The Saskatchewan Rivers board of education will begin planning out their ideal budget in hopes of showing parents and the provincial government what could be possible with more funding.
Education Director Robert Bratvold presented his annual review of budget priorities, guidelines and timelines at Monday’s meeting. Bratvold said this year’s discussions would lay the groundwork for advocating for more support.
“What we have done historically is say, ‘what are our greatest needs and how do we fit them in a balanced budget,’ and that’s where we go. There is potential to say, ‘if we had a budget that would actually mostly meet our needs, this is what the cost would be,’” he explained.
He explained that the scenarios would be an advantage for advocacy at the provincial level where trustees could accurately convey what more educational assistants (EA) would cost.
Trustee Darlene Rowden said it’s difficult to cost out budget priorities while the 2020-30 Provincial Education Plan is still under development.
“It would be nice for advocacy efforts knowing if you want this plan to succeed this is what it is actually going to take,” she said.
Sask. Rivers representatives recently met with Education Minister Dustin Duncan and did not have numbers available at that time.
Trustee Bill Yeaman said creating an ideal budget could also be useful in getting parents to talk with their local MLAs about education funding. He suggested bringing the ideal budget to School Community Councils so they could see what exactly the school division has to work with, and what it needs.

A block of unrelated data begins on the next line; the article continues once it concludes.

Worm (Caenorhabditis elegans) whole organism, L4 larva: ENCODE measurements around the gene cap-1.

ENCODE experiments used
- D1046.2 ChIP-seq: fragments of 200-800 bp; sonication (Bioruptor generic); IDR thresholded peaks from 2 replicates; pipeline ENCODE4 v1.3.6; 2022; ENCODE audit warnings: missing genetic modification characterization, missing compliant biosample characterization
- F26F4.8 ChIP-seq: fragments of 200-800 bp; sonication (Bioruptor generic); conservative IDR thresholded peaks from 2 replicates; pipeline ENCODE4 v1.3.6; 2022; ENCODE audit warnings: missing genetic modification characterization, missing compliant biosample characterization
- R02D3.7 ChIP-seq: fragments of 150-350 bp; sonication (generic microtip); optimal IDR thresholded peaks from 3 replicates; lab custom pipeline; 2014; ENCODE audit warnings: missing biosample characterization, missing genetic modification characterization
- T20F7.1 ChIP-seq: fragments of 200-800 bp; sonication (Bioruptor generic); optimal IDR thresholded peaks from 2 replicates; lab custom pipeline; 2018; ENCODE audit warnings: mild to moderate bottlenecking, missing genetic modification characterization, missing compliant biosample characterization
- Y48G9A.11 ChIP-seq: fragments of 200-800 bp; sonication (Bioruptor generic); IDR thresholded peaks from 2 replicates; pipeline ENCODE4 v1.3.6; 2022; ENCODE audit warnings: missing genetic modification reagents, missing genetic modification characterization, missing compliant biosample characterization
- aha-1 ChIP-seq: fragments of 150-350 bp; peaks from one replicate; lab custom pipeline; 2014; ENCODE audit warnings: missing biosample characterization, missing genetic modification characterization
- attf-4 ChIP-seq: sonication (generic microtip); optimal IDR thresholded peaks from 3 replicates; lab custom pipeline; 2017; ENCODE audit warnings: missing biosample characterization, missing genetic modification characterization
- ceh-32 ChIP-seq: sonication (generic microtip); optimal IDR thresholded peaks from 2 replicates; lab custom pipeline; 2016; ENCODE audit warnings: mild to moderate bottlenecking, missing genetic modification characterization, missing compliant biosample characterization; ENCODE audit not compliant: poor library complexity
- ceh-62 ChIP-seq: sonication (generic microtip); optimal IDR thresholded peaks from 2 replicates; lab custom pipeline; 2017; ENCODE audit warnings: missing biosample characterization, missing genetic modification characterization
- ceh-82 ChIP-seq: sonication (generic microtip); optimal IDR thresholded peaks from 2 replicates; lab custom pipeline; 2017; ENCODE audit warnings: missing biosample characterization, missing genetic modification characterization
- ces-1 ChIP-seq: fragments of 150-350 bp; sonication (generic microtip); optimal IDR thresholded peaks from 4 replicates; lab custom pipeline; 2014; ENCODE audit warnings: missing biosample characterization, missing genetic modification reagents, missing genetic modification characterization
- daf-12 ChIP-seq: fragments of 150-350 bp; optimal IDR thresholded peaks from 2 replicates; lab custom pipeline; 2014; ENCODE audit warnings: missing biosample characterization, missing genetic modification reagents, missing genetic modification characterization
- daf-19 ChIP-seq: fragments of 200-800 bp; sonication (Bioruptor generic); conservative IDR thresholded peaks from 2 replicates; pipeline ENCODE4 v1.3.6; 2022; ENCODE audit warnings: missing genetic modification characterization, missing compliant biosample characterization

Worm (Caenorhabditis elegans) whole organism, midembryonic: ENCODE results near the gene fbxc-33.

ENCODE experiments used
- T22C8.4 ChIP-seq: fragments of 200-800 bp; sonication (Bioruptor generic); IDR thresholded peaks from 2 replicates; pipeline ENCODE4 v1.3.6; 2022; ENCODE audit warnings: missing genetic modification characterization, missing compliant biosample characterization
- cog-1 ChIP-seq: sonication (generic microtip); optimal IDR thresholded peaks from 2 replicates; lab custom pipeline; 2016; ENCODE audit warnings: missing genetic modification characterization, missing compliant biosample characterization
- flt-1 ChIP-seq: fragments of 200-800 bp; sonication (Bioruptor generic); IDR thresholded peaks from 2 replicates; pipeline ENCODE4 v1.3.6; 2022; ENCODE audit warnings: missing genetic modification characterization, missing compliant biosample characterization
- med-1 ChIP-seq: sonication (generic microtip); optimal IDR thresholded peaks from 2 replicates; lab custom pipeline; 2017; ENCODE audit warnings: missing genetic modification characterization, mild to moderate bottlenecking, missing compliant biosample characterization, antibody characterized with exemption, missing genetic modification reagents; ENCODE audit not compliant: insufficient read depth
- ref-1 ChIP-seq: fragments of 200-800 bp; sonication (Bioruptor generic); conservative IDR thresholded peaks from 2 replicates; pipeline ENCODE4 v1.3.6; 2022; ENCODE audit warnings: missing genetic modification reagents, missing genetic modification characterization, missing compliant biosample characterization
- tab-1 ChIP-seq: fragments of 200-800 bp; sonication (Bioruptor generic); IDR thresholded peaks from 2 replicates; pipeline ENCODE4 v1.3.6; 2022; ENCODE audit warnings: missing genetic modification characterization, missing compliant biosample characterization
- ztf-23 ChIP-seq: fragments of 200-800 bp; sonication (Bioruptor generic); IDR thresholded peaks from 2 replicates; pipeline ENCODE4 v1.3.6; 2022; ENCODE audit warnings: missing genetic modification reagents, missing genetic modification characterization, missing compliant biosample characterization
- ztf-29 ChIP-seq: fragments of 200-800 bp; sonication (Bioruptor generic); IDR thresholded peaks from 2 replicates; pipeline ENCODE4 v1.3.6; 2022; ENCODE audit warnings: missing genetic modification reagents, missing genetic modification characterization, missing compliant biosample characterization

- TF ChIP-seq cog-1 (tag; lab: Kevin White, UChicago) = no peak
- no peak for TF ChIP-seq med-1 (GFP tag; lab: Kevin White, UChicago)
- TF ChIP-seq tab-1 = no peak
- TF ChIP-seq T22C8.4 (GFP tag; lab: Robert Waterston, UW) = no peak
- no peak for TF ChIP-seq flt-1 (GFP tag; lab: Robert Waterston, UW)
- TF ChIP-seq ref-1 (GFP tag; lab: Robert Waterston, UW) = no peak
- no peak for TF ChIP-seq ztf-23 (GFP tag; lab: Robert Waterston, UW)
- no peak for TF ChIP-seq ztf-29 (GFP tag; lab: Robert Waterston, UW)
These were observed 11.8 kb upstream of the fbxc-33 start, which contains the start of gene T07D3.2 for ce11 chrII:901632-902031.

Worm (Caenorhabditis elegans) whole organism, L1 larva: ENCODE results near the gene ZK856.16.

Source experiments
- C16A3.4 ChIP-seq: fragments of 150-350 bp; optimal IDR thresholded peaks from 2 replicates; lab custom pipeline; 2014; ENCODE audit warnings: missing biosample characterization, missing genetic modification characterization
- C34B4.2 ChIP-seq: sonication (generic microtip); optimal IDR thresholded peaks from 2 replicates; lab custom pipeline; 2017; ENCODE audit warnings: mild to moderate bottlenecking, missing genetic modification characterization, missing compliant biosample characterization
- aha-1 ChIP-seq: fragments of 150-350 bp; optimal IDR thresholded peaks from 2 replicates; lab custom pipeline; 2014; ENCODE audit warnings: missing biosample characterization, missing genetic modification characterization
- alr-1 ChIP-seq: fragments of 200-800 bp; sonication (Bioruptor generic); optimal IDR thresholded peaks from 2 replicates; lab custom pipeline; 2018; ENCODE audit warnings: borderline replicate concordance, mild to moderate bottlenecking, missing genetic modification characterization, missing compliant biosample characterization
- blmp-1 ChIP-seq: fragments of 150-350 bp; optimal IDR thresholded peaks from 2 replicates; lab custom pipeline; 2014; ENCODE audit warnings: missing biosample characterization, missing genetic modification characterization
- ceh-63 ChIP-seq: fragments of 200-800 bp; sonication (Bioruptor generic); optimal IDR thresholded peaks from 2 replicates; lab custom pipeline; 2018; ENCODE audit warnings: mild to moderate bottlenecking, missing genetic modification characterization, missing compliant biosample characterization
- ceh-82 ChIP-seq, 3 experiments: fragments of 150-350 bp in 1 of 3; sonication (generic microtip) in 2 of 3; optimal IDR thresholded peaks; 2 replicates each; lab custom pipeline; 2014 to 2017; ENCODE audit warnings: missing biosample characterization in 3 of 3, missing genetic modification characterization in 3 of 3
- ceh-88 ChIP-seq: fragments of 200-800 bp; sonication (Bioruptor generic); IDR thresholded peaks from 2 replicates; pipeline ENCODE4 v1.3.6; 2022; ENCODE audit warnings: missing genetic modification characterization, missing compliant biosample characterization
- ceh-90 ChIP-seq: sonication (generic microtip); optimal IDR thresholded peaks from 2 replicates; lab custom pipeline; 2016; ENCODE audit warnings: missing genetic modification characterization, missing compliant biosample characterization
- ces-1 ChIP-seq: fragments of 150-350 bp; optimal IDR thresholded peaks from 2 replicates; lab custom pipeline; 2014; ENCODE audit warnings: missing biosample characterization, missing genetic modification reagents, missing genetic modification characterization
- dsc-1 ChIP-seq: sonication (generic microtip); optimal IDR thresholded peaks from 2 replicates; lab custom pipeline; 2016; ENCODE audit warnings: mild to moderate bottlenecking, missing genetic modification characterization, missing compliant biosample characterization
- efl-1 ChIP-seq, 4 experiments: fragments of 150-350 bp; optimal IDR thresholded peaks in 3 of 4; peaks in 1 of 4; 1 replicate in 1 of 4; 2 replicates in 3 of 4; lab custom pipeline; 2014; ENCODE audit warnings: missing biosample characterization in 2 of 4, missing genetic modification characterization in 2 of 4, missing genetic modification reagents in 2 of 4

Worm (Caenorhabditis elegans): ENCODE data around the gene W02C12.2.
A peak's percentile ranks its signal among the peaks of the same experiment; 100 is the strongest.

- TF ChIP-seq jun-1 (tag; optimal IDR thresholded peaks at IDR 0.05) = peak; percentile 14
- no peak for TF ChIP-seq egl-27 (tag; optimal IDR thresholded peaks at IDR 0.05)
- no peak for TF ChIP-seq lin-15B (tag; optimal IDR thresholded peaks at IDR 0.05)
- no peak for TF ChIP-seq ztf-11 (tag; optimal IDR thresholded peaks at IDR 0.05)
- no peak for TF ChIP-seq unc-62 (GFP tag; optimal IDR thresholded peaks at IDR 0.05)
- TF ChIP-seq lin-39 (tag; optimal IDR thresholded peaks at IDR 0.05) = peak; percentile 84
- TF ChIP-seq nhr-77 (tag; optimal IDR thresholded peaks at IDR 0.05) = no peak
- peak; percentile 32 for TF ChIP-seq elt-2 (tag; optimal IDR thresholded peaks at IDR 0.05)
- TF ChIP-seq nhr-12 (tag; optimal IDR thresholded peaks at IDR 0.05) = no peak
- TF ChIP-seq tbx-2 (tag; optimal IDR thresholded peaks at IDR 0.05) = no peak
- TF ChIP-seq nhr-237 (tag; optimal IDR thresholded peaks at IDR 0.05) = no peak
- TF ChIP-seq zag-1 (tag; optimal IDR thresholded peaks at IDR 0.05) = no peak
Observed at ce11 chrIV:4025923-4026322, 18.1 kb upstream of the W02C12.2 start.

“I would love to go to our SCC and say, ‘you know what? This is the amount of money that we would need to have some real success in Sask Rivers School Division with your kids that you pay taxes for,” he said. “When you start to phone the MLA, you can now give him these numbers to say, ‘if Sask Rivers had 15 more million or whatever my kids would see an impact.’”
Yeaman said having parents who are more vocal about education funding would provide a boost to the division’s advocacy efforts.
“It can’t come from us all the time,” he said. “Nobody is listening to us anymore. It has to come from Joe Parent and Sally Parent who are sending (their kids). I know it is time consuming, but I think it would be valuable. I think it really would. I would love to see it.”
Bratvold said that they could do something similar to what they did in discussions during their MLA meeting with costing out of pillars of the Provincial Education Plan such as mental health.
Trustee Jamie Smith-Windsor said provincial governments like to know where their money goes, since they provide school funding. However, she said the division needs to be clearer about what current funding levels cover.
Without those numbers, she said, school divisions get conditional funding, which the government believes is adequate. Instead they could hear from parents about regular issues, like an EA shortage.
“We end up with those kinds of solutions being given to us with conditionality attached to them, as opposed to saying, ‘these are the kinds of things we can accomplish and I think it’s a good strategy.’ I anticipate and appreciate that it would be extra effort, but (creating an ideal budget) puts the meat on the bones of our Strategic Plan of the Provincial Education Plan and the vision and the direction that we need to be going in. I think it’s fair to point out the shortfalls and underscore the need for greater investment in education so I support it,” Smith-Windsor said.
The board passed a motion to approve the budget priorities, guidelines and timelines including budget scenarios.